Docker Hub - Matrix Builds and Tagging using Build Args

If you’re a heavy user of Docker, you’re already intimately familiar with Docker Hub, the official Docker Image registry. One of the best things about Docker Hub is it’s support for Automated Builds, which is where Docker Hub will watch a Git repository for changes, and automatically build your Docker images whenever you make a new commit.

This works great for most simple use cases (and even some complex ones), but occasionally you’ll wish you had a bit more control over the Docker Hub image build process.

That’s where Docker’s Advanced options for Autobuild and Autotest guide comes in. While it’s not quite a turn key solution, Docker Hub allows you to override the test, build and push stages completely, as well as run arbitrary code pre and post each of those stages.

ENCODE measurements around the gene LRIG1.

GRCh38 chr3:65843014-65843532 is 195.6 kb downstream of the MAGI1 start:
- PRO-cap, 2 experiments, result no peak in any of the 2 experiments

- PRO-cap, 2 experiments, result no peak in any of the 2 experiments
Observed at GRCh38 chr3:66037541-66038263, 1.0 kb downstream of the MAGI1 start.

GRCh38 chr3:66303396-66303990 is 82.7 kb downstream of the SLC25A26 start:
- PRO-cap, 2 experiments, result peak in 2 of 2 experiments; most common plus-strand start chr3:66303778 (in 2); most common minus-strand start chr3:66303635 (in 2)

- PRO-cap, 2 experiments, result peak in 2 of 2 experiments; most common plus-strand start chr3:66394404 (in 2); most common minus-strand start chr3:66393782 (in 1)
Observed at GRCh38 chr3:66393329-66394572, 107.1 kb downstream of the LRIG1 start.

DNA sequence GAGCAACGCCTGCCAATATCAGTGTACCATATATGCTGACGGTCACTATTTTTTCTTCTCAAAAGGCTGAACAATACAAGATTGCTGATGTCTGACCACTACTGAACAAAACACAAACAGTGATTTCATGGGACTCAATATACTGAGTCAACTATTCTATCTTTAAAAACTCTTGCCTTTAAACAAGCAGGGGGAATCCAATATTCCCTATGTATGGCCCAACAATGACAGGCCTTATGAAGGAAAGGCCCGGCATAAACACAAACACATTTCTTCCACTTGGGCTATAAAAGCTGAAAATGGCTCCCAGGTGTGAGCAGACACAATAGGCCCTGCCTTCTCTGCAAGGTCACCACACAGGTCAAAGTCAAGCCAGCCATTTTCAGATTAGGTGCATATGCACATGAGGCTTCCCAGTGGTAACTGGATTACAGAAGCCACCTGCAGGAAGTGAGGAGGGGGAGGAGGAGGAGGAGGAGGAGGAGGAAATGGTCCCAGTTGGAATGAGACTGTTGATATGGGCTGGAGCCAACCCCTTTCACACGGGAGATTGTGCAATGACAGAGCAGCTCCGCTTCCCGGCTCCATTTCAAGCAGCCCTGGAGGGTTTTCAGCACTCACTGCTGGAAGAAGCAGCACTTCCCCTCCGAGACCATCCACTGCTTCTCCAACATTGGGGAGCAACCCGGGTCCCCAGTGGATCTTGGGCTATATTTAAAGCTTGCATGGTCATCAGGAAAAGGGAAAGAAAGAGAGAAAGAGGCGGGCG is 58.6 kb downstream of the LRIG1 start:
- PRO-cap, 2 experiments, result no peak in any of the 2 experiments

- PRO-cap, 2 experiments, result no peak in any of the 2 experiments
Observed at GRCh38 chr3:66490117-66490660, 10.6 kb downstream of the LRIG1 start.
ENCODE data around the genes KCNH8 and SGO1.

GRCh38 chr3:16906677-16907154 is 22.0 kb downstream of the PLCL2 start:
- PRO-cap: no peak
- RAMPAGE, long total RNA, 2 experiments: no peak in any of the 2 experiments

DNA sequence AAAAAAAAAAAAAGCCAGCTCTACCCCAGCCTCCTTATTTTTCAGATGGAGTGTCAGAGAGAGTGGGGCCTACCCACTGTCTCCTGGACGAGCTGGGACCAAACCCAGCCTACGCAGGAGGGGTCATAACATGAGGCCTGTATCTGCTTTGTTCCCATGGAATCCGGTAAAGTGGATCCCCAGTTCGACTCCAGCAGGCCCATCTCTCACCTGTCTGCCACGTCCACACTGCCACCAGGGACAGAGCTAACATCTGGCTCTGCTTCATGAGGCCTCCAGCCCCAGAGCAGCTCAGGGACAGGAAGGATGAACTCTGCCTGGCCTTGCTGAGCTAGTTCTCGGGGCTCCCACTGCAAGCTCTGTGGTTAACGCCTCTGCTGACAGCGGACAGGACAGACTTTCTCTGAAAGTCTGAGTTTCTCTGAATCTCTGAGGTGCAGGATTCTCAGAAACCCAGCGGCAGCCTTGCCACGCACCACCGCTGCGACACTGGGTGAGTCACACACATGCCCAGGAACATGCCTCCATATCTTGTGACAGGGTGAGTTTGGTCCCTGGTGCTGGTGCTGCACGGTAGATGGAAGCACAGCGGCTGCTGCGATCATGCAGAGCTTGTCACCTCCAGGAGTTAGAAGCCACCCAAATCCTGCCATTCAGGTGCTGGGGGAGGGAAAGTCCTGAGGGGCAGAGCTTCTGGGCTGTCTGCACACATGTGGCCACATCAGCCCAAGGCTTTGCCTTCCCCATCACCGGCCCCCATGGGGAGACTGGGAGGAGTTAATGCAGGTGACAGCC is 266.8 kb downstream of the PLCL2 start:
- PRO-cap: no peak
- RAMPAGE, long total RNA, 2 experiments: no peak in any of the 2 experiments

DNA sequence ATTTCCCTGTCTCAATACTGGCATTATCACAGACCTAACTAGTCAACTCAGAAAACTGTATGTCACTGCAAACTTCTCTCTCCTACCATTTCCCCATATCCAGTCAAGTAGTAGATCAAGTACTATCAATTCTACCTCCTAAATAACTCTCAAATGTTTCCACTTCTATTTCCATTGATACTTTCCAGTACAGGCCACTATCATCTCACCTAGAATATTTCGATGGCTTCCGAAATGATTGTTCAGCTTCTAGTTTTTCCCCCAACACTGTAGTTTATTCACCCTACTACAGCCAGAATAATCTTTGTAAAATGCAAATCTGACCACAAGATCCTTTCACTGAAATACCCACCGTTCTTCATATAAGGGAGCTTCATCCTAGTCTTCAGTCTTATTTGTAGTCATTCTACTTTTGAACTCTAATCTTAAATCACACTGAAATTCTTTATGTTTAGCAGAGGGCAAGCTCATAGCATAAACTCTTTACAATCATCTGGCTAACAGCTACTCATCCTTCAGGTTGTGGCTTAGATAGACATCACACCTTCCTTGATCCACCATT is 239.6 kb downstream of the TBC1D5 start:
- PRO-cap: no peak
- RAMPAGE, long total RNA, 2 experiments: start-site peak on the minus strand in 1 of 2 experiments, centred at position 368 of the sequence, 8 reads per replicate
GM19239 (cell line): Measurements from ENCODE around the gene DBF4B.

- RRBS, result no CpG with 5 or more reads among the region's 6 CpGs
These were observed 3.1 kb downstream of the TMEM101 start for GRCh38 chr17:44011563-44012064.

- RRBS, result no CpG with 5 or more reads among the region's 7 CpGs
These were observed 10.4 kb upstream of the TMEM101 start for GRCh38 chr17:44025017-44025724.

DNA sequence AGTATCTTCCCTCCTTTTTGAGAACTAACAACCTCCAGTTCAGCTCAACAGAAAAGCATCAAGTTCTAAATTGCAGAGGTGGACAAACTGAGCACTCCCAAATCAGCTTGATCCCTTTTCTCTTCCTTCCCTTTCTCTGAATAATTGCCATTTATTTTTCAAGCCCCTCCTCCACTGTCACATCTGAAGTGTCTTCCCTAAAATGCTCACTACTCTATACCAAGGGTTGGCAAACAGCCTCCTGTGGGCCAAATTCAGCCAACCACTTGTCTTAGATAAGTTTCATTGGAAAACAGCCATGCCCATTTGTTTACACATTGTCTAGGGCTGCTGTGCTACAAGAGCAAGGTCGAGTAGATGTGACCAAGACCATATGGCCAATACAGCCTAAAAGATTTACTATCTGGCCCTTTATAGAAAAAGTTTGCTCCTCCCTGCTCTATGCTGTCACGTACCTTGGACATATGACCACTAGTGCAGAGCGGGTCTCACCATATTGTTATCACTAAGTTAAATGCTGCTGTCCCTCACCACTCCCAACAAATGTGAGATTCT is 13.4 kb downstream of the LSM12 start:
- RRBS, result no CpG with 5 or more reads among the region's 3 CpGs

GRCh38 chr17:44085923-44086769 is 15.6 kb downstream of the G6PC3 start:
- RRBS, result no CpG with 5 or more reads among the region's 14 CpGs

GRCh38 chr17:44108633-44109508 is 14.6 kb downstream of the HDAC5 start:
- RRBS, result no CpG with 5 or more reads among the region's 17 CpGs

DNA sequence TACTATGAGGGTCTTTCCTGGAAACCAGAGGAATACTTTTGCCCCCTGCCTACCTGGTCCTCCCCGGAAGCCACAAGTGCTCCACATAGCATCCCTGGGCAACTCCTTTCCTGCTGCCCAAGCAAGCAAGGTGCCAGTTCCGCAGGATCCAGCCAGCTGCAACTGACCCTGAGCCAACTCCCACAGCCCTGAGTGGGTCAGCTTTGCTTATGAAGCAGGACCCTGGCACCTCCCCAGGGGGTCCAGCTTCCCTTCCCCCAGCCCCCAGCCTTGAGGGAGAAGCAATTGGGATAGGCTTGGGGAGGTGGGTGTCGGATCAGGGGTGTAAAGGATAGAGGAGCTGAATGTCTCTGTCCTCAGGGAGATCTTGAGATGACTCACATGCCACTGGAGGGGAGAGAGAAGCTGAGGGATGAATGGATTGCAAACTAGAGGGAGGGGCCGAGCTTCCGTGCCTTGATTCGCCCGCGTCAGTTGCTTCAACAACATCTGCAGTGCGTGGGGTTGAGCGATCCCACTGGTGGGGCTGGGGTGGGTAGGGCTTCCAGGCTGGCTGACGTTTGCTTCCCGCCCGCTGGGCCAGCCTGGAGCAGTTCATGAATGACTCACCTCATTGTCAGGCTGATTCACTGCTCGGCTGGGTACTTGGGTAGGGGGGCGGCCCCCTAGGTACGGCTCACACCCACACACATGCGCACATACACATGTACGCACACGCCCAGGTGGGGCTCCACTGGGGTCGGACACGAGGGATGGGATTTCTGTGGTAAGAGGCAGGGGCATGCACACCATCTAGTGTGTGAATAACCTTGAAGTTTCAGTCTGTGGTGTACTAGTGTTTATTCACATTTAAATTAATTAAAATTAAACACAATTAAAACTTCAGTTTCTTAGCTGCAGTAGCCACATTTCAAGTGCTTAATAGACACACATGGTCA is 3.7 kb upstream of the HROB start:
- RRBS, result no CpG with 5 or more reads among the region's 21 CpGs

As always, here’s a Github repo with working code if you want to skip ahead:

Goal

So what’s the point? If Docker Hub works fine for most people, what’s an actual use case for these Advanced Options?

Lets say you have developed a tool, and you would like to distribute it as a Docker image. The first problem is that you’d like to provide Docker images based on a handful of different OS’s. ubuntu, centos6, centos7 and alpine Simple enough, just write a handful of Dockerfiles, and use the FROM instruction. But lets say that you also need to provide multiple versions of your tool, and each of those must also be distributed as a Docker Image based on different OS’s.

Now the number of Dockerfiles you need to maintain has increased significantly. If you’re familiar with Jenkins, this would be perfect for a “Matrix Project”.

Here’s what our Docker naming scheme might look like:

  ubuntu centos6 centos7 alpine
v1.x v1-ubuntu v1-centos6 v1-centos7 v1-alpine
v2.x v2-ubuntu v2-centos6 v2-centos7 v2-alpine
v3.x v3-ubuntu v3-centos6 v3-centos7 v3-alpine